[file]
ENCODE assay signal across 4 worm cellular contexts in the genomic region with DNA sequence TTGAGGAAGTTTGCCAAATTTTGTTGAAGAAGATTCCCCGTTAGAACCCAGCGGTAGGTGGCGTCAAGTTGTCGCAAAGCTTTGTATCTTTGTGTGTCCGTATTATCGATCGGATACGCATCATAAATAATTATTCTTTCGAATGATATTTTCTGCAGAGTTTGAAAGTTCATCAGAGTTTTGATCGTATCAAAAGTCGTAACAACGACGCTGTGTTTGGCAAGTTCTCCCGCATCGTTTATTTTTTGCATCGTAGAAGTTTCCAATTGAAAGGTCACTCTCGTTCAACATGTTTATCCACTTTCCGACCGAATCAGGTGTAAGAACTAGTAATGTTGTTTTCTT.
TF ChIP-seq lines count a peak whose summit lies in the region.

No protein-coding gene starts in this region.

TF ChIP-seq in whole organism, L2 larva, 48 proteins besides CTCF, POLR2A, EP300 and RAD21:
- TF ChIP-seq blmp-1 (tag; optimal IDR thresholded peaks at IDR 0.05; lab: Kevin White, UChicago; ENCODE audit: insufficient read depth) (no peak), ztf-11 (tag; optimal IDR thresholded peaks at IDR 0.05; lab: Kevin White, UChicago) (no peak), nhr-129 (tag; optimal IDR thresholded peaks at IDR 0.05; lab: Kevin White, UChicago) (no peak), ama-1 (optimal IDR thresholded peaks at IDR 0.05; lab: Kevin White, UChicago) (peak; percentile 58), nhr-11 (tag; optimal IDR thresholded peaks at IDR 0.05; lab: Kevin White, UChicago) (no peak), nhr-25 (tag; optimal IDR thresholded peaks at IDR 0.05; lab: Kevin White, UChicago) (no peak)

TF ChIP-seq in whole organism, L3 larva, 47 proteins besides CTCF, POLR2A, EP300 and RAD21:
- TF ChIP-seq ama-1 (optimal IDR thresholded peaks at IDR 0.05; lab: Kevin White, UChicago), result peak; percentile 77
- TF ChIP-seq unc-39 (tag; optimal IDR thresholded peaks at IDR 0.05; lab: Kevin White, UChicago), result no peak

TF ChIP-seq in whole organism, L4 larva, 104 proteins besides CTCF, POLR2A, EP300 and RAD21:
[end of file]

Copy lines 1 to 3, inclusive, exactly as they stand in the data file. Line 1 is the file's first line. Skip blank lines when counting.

ENCODE assay signal across 4 worm cellular contexts in the genomic region with DNA sequence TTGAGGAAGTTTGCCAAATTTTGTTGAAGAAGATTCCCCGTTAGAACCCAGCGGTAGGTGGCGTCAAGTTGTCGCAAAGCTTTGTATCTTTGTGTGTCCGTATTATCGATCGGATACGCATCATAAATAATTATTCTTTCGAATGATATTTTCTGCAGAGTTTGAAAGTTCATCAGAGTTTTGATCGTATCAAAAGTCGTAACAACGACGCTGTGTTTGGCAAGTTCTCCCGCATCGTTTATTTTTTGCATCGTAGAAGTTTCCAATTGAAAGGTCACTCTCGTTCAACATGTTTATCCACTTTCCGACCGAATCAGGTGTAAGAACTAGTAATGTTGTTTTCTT.
TF ChIP-seq lines count a peak whose summit lies in the region.

No protein-coding gene starts in this region.